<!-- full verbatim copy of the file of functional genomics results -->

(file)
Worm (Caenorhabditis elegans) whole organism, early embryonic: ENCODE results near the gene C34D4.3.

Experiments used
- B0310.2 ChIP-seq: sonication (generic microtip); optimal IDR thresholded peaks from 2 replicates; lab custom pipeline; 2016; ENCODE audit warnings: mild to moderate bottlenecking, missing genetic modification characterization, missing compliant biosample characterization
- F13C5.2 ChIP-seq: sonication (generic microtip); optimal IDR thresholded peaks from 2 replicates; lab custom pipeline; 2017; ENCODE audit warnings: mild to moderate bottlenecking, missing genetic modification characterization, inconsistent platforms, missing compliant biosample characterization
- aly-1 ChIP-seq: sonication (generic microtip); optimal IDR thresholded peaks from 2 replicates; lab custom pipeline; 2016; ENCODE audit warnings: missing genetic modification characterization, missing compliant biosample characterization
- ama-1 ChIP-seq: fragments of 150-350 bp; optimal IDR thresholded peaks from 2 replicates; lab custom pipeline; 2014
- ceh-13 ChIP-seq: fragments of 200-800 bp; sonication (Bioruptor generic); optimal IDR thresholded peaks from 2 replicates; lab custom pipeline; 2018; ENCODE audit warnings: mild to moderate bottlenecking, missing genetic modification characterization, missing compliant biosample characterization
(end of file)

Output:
Worm (Caenorhabditis elegans) whole organism, early embryonic: ENCODE results near the gene C34D4.3.

Experiments used
- B0310.2 ChIP-seq: sonication (generic microtip); optimal IDR thresholded peaks from 2 replicates; lab custom pipeline; 2016; ENCODE audit warnings: mild to moderate bottlenecking, missing genetic modification characterization, missing compliant biosample characterization
- F13C5.2 ChIP-seq: sonication (generic microtip); optimal IDR thresholded peaks from 2 replicates; lab custom pipeline; 2017; ENCODE audit warnings: mild to moderate bottlenecking, missing genetic modification characterization, inconsistent platforms, missing compliant biosample characterization
- aly-1 ChIP-seq: sonication (generic microtip); optimal IDR thresholded peaks from 2 replicates; lab custom pipeline; 2016; ENCODE audit warnings: missing genetic modification characterization, missing compliant biosample characterization
- ama-1 ChIP-seq: fragments of 150-350 bp; optimal IDR thresholded peaks from 2 replicates; lab custom pipeline; 2014
- ceh-13 ChIP-seq: fragments of 200-800 bp; sonication (Bioruptor generic); optimal IDR thresholded peaks from 2 replicates; lab custom pipeline; 2018; ENCODE audit warnings: mild to moderate bottlenecking, missing genetic modification characterization, missing compliant biosample characterization